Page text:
Summer inspiration

An unforeseen pleasure of breeding, currently, is that this is the first summer since 2014 where I’ve not had a festival to organise. Except as I write this I remember that I am actually working on a festival as I speak. So let’s rephrase: it’s the first summer since 2014 where I’ve not been living, eating, sleeping and dreaming brochure deadlines, budget overspends, overwrought colleagues and where to put the sodding feather flags (this year’s Festival works at a gentler pace….so far….).

In about March, when that vile, dark, cold winter ended and 6-month-old Harry became more of an actual human (tiny babies still terrify me), I decided that I was going to really try and make the most of this summer. There would be barbecues! Days out! Allotmenting! Paddling pools! Ice-cream! And reader, I am keeping to that pledge.

In the last ten days I’ve taken my ever-patient child around two world-class gardens for some veg-patch and herbaceous-border inspiration. Last weekend it was Kew, and last week was Hidcote. Veg-patch visiting with a baby in tow does complicate matters slightly – Hidcote in particular is not very accessible, though they are doing their best. Of course Victorian (male) gardeners did not design with 4×4 buggies in mind. And at Kew, we were able to get into the newly-restored Temperate House but obviously did not explore the upper balconies, especially not in 30c heat.

The newly restored Temperate House at Kew Gardens

Inside…I should say something profound and academic but our main experience was that it was flipping hot

Aside from the Temperate House, I was keen to see the Hive installation. Earlier in the year I worked with a producer who had planned the opening of this artwork-come-engineering project, for which I have a streak of professional envy. I have no idea how the science works, but the structure hums and lights up in sync with an actual bee hive.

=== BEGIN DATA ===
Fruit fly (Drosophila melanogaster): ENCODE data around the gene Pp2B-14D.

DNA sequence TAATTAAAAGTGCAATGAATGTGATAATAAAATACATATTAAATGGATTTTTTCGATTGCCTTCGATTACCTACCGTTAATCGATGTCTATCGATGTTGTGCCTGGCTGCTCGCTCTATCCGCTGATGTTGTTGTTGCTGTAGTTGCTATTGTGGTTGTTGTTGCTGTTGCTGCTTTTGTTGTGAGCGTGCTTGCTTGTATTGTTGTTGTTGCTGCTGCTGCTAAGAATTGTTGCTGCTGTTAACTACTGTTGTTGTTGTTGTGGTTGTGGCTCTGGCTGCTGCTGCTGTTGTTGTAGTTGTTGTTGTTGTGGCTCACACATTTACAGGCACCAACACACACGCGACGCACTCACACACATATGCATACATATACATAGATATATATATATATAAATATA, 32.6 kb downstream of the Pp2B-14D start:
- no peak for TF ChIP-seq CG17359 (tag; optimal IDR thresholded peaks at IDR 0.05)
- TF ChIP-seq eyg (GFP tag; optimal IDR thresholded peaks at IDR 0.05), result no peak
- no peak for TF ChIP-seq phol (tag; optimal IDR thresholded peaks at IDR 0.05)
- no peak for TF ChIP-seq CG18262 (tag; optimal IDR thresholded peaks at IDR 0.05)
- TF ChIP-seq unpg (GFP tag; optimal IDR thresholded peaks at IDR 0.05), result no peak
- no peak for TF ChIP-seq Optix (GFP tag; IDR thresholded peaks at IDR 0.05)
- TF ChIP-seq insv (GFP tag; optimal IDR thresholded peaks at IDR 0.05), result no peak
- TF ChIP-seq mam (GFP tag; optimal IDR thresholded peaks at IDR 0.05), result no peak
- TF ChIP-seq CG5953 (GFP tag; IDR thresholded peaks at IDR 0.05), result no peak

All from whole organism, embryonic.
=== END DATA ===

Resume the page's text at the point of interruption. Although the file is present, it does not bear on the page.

The Hive Installation at Kew

But actually the star of the day was the Marianne North gallery. I had heard of this Victorian artist as a woman who succeeded in her chosen field despite the (patriarchal) odds being against her, but actually it’s the impact of the hang that takes the breath away. You can not help but say ‘wow’ when walking into this space, packed close with hundreds of finely worked botanical paintings, created in the field in Java, South Africa, the Americas, you name it. She painted all these whilst wearing ridiculous skirts and a corset. She told the men where she wanted her gallery to be built and how they were to display her paintings. What a woman.

The Marianne North Gallery

Obviously there was still time for veg patch gongoozling, particularly of the trend for adding cut-flowers to the beans and tomatoes. My cornflowers never look as good as this.

Matt admires the brassica netting

Get ready for veg patch envy…

Excellent veg patching, in particular this bush of 4 foot-tall cornflowers

Inspiration at Hidcote was of a more sedate order, not least because I was unable to get close to the planting with the buggy. The roses are over now, with border gaps filled with plenty of grasses and…..lots of other things that I can’t identify. Next time I need to take my Mother to tell me what everything is.

Herbaceous border at Hidcote, alas not pushchair friendly so this is the closest I could get

Parched fields of Gloucestershire

Back home, once I’d finished daydreaming about having a Cotswolds cottage with an arts-and-crafts garden attached, or giving it all up to do a three year course at Kew and indulging in writing a dissertation about veg-patching, I got busy. I’ve replanted the back garden with plants for late summer – dahlia, helenium, scabious, aster, salvia, rudbeckia. On the veg patch we’re harvesting beans and courgettes, dahlia and sweet peas. The land is parched with this never-ending summer heat.

My humble efforts

Harvesting: French beans, runner beans, courgette, summer squash, blueberries, blackcurrants, chard, lettuce, spinach, oregano, basil, sweet peas, sunflowers, borage, dill, dahlia, zinnia, cleome. Cosmos are thinking about flowering but are stunted by this dry weather.